My wife remarked that if I was interested, I had the time and enough of a training base to train for the marathon in the fall, and so I started seriously thinking about it. I worked out at the gym every day, and ran every weekend for the rest of the winter. I ran several days a week throughout the summer, putting in 40+ mile training weeks. I went out on several long runs in excess of two hours, and I ran competitively in a series of longish trail runs put on by the local running club. I didn’t know if I was ready for the marathon, but I did know that the the only way to find out was to try it.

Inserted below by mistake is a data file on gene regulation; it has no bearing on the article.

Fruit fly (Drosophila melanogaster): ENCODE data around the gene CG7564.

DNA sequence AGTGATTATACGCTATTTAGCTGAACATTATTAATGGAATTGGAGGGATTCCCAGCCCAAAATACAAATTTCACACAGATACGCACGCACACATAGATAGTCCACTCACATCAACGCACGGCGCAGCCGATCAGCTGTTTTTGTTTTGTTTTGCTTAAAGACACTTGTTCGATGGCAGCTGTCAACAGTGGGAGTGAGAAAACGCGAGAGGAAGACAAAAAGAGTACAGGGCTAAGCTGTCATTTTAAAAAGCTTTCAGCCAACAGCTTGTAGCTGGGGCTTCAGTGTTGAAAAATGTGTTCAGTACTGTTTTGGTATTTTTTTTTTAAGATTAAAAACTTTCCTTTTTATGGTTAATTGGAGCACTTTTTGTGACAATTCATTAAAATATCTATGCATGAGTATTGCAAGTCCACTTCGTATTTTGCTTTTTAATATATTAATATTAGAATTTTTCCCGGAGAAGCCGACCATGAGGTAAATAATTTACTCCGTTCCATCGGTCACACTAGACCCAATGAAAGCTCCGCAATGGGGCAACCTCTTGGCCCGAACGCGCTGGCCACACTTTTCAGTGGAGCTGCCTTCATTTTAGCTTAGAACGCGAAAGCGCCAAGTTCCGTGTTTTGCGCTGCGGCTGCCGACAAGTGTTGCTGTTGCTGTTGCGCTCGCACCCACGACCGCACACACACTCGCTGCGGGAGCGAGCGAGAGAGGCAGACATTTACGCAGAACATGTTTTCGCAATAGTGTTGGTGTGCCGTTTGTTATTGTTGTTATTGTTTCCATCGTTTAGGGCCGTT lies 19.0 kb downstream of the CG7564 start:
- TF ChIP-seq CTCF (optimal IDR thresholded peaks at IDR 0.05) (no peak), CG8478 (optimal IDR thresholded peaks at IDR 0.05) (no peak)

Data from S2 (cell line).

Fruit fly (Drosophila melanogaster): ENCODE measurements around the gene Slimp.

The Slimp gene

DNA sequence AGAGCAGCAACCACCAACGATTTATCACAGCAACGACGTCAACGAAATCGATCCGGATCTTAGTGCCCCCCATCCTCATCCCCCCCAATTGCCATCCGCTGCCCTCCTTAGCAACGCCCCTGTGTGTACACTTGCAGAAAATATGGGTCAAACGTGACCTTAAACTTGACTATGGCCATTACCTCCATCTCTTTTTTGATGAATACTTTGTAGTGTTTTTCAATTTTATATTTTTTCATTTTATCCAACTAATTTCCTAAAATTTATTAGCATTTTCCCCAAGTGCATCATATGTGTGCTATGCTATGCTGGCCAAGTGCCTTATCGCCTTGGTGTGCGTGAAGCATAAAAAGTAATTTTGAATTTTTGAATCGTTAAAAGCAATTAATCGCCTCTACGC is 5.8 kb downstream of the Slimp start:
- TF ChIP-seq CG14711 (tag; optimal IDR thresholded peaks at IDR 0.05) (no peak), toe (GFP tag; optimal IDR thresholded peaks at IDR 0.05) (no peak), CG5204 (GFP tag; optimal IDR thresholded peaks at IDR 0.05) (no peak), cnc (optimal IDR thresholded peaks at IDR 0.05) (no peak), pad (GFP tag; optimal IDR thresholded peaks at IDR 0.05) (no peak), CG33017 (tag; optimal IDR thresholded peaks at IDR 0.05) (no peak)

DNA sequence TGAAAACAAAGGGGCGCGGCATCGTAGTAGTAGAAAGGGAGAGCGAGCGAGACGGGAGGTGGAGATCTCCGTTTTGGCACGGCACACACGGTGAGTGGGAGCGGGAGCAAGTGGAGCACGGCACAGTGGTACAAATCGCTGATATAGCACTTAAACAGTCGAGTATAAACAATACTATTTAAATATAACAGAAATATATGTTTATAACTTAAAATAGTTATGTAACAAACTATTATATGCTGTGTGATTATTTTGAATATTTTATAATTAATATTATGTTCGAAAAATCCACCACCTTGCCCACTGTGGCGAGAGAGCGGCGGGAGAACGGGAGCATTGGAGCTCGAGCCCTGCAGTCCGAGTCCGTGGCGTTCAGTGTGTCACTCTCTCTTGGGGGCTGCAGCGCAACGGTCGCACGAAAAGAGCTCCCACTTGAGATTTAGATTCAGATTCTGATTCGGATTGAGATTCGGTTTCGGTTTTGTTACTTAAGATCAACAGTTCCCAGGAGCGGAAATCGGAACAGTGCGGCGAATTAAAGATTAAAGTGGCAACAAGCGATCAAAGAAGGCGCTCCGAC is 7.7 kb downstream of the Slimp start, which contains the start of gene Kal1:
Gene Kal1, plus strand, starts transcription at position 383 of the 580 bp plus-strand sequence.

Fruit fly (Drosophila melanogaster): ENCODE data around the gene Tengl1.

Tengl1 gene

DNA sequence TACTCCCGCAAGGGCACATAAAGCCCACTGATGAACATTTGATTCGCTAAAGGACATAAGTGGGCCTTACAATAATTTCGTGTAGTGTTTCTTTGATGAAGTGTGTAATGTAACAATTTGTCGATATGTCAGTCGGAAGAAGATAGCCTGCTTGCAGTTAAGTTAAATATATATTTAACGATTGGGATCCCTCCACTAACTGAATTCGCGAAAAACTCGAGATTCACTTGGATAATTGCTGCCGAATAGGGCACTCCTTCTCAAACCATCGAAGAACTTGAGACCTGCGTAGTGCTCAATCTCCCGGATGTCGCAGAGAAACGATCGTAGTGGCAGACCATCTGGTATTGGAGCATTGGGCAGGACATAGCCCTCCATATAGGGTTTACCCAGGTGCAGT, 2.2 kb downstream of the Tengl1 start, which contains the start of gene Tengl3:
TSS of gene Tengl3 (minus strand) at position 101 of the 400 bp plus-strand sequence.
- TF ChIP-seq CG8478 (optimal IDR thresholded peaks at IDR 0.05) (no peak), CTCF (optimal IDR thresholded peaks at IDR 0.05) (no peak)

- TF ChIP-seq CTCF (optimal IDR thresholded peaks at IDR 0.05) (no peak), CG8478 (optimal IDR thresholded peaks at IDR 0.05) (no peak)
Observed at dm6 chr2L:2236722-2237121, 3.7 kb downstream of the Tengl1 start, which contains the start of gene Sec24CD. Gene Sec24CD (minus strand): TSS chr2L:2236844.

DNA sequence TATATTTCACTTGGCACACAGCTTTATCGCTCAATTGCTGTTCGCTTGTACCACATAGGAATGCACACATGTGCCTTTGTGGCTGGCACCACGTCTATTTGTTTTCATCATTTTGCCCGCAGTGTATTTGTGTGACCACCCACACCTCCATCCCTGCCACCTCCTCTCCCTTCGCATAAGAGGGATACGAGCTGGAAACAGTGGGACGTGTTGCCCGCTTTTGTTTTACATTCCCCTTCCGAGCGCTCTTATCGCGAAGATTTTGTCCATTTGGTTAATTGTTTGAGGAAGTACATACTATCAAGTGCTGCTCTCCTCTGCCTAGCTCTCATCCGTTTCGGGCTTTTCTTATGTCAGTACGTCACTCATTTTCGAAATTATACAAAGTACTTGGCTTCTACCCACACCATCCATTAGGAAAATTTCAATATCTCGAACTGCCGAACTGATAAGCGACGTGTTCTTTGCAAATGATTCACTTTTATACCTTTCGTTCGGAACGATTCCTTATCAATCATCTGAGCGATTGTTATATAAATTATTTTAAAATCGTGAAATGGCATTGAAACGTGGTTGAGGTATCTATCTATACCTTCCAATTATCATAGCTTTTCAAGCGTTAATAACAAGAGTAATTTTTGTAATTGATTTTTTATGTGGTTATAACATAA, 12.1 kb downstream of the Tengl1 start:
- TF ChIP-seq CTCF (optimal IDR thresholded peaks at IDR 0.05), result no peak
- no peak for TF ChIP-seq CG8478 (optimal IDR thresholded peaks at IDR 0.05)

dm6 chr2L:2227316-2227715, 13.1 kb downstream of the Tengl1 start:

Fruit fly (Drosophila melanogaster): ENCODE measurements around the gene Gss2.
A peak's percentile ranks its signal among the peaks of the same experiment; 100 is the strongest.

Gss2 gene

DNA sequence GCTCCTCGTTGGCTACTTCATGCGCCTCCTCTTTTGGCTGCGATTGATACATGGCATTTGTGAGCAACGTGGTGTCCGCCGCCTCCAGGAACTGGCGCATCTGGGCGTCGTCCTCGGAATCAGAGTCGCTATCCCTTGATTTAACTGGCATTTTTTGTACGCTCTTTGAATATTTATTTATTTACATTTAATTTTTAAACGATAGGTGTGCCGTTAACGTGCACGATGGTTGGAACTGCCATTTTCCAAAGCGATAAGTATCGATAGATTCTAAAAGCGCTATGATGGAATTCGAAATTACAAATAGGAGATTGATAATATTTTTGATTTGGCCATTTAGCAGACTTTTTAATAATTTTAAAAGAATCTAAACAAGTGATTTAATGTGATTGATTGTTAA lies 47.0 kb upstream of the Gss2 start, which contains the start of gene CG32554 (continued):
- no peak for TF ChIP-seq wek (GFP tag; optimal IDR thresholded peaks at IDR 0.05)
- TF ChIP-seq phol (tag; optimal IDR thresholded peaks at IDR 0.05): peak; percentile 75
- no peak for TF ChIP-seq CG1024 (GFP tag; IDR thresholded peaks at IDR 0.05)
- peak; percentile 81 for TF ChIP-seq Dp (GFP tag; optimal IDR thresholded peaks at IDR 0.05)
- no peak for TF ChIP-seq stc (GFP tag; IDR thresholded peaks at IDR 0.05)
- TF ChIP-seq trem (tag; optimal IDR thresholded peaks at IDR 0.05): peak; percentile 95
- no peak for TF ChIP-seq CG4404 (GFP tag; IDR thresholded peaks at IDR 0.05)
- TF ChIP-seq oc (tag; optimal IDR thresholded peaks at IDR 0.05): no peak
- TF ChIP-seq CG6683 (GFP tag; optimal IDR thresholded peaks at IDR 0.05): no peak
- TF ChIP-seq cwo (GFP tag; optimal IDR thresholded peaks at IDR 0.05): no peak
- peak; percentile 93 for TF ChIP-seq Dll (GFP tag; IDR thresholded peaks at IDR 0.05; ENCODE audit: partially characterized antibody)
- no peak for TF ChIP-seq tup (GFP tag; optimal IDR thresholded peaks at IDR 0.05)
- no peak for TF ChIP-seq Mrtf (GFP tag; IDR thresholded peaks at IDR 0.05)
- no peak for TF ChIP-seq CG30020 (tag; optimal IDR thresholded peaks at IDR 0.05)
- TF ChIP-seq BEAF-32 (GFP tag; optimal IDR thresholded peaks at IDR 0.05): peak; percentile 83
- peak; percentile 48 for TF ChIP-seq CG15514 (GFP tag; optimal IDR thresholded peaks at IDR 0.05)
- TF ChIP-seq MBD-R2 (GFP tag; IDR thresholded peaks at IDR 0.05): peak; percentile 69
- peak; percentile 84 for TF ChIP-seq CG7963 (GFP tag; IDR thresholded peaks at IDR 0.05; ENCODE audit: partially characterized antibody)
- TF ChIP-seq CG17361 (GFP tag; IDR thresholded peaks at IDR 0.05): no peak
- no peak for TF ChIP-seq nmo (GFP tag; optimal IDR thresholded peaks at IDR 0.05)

One of the unique features of the Equinox Marathon is that there is a 2000 foot climb up to the top of Ester Dome in the middle section of the race. It’s kind of a gonzo marathon, not one that anyone who wanted a good time would do. I’m pretty good at running hills, so I wasn’t concerned about the climb. That was probably a mistake. I went out a little too briskly, I think, given the amount of training I’d done. By the time I got to the top of the dome, at 12 miles, I was starting to feel some worrisome aches in my hips, and my legs weren’t as snappy as they’d been. But hey, I’d made it to the top. The hard part was over, I thought. Hah! By the time I started heading back down, at 17 miles, the aches had gotten much worse, and I was walking the steeper sections. Going down an exceptionally steep place, known as The Chute, my knees wanted to buckle, and I began having a hard time even walking. And I still had 9 miles to go!